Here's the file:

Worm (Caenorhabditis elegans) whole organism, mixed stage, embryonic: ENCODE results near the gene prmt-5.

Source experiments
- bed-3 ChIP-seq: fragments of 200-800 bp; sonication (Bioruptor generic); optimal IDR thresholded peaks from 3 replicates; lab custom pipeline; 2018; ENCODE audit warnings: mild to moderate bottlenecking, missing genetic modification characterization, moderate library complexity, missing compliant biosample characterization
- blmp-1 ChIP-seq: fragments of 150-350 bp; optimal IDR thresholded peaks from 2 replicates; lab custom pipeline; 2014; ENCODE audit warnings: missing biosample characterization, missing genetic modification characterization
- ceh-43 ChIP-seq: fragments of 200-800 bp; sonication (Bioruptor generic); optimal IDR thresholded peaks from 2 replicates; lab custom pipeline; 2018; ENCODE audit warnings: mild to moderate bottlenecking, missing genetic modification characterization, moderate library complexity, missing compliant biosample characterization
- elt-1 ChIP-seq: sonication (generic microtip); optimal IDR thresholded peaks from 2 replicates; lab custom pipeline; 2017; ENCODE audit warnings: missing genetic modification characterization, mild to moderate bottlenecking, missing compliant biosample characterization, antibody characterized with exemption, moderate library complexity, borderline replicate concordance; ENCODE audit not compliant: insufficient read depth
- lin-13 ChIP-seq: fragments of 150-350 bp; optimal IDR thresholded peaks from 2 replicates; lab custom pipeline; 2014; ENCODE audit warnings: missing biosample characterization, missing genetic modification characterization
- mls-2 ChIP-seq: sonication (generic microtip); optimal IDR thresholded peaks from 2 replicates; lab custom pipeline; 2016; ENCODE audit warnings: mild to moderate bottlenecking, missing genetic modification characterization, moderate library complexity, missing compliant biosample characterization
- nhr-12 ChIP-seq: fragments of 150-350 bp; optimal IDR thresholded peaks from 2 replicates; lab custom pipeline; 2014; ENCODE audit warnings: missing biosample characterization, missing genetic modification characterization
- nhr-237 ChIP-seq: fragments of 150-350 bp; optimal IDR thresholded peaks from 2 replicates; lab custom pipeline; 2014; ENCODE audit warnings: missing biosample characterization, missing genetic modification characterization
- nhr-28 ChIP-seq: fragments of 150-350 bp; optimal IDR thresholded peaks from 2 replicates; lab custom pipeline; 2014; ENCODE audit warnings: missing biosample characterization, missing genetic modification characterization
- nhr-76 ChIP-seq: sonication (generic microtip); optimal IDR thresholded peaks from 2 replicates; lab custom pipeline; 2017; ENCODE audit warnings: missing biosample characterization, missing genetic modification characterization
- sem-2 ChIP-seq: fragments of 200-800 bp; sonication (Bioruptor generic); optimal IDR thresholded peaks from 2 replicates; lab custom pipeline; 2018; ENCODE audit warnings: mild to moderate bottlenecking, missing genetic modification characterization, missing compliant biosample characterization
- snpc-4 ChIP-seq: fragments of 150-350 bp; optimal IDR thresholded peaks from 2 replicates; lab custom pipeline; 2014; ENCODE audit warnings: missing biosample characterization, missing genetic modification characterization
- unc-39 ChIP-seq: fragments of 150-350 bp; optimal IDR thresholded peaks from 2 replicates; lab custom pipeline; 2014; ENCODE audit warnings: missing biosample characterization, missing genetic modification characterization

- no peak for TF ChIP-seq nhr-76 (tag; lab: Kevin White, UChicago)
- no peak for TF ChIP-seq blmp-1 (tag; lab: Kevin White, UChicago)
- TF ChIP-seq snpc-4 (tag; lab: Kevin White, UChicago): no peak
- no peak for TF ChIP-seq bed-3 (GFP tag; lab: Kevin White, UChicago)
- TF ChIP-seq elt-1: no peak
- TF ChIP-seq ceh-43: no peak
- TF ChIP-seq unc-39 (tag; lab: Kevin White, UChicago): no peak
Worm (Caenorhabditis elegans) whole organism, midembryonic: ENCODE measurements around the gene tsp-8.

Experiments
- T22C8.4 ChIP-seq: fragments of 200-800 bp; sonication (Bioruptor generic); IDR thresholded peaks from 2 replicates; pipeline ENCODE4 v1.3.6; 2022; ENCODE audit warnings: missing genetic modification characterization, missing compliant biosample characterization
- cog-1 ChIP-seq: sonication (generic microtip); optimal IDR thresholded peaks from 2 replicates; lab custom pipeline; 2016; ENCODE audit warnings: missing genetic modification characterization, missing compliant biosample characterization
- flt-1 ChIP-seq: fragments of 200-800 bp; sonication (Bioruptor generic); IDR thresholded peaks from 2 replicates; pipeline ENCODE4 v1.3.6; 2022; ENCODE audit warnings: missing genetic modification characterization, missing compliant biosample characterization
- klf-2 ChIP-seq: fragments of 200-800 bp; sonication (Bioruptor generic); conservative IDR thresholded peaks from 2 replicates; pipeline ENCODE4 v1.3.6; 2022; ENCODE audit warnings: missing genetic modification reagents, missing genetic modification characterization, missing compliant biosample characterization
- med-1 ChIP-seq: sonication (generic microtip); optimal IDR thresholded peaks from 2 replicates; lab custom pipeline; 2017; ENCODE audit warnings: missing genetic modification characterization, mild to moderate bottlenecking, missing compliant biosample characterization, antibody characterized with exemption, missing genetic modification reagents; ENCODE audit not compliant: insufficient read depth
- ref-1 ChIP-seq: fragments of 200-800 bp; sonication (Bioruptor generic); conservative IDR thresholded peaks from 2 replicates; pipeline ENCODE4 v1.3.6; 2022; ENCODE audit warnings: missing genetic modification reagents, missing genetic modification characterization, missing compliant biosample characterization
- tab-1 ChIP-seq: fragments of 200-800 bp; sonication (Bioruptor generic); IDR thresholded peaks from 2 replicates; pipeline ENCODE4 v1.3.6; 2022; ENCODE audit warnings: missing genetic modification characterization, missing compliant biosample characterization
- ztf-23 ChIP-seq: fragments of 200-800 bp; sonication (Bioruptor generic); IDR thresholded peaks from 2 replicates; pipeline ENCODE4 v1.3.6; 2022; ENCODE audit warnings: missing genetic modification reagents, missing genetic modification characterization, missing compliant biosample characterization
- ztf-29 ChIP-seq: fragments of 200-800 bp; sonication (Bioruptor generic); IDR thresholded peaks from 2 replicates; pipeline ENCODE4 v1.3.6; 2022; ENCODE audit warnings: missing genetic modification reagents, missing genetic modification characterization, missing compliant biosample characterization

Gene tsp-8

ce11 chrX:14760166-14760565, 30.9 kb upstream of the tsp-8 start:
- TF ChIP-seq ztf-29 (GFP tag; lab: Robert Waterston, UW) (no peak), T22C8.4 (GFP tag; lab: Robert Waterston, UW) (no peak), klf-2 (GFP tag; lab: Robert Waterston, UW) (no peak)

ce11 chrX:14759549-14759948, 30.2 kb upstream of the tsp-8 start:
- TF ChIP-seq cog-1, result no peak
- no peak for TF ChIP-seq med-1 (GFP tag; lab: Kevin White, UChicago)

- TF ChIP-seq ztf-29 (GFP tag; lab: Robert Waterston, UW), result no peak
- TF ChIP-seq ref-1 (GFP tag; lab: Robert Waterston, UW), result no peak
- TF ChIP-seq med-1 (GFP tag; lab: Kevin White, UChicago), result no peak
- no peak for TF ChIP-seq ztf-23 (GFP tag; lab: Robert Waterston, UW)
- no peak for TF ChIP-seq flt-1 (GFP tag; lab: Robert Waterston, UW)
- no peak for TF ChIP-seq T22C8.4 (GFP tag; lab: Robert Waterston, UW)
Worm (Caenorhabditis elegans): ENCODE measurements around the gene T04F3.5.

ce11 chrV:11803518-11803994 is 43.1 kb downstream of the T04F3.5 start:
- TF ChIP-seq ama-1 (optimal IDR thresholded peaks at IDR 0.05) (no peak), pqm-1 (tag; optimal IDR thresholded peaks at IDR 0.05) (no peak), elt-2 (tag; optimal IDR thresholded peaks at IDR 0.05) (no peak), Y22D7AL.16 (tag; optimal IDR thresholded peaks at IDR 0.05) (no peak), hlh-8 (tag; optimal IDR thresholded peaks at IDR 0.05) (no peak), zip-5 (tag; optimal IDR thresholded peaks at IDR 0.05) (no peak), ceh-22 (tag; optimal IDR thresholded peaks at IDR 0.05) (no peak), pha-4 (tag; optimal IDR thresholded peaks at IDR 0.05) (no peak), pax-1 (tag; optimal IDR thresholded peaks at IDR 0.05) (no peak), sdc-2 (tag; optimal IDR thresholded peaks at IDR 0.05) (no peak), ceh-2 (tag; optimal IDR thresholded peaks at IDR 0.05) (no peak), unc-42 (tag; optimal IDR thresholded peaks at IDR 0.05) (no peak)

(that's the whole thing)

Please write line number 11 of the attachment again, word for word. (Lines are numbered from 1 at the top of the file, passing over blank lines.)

- nhr-28 ChIP-seq: fragments of 150-350 bp; optimal IDR thresholded peaks from 2 replicates; lab custom pipeline; 2014; ENCODE audit warnings: missing biosample characterization, missing genetic modification characterization